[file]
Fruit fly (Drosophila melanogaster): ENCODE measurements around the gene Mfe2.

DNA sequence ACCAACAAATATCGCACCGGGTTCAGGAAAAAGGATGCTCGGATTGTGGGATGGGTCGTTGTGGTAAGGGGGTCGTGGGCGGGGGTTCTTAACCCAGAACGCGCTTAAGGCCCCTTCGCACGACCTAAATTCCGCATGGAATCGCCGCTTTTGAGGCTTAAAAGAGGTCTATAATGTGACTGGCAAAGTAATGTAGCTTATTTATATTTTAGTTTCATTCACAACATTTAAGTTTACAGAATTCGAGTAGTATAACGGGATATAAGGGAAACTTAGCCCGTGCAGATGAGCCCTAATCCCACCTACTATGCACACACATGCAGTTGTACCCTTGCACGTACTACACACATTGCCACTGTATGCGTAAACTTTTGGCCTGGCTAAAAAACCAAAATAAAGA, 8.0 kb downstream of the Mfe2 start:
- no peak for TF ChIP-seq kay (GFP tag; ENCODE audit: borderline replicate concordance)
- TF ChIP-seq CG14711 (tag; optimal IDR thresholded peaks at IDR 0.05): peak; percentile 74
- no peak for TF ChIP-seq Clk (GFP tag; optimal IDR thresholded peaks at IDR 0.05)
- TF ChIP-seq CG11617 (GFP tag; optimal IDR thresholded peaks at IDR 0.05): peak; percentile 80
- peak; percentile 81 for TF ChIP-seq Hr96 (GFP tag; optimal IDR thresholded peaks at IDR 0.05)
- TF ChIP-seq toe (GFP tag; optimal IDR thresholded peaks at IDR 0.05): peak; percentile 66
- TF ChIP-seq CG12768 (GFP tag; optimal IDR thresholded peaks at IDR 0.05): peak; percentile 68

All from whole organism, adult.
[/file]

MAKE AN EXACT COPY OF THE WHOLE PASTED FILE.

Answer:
Fruit fly (Drosophila melanogaster): ENCODE measurements around the gene Mfe2.

DNA sequence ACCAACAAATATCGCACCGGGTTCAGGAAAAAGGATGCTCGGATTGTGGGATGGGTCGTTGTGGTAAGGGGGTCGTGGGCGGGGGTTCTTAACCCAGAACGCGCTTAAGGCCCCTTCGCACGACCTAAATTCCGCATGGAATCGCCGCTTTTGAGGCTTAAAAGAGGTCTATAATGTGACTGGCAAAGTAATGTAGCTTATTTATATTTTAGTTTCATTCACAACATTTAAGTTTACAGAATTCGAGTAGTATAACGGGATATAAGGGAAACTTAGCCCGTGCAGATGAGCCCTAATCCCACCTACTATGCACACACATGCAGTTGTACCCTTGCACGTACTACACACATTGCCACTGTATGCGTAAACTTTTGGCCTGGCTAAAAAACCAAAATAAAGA, 8.0 kb downstream of the Mfe2 start:
- no peak for TF ChIP-seq kay (GFP tag; ENCODE audit: borderline replicate concordance)
- TF ChIP-seq CG14711 (tag; optimal IDR thresholded peaks at IDR 0.05): peak; percentile 74
- no peak for TF ChIP-seq Clk (GFP tag; optimal IDR thresholded peaks at IDR 0.05)
- TF ChIP-seq CG11617 (GFP tag; optimal IDR thresholded peaks at IDR 0.05): peak; percentile 80
- peak; percentile 81 for TF ChIP-seq Hr96 (GFP tag; optimal IDR thresholded peaks at IDR 0.05)
- TF ChIP-seq toe (GFP tag; optimal IDR thresholded peaks at IDR 0.05): peak; percentile 66
- TF ChIP-seq CG12768 (GFP tag; optimal IDR thresholded peaks at IDR 0.05): peak; percentile 68

All from whole organism, adult.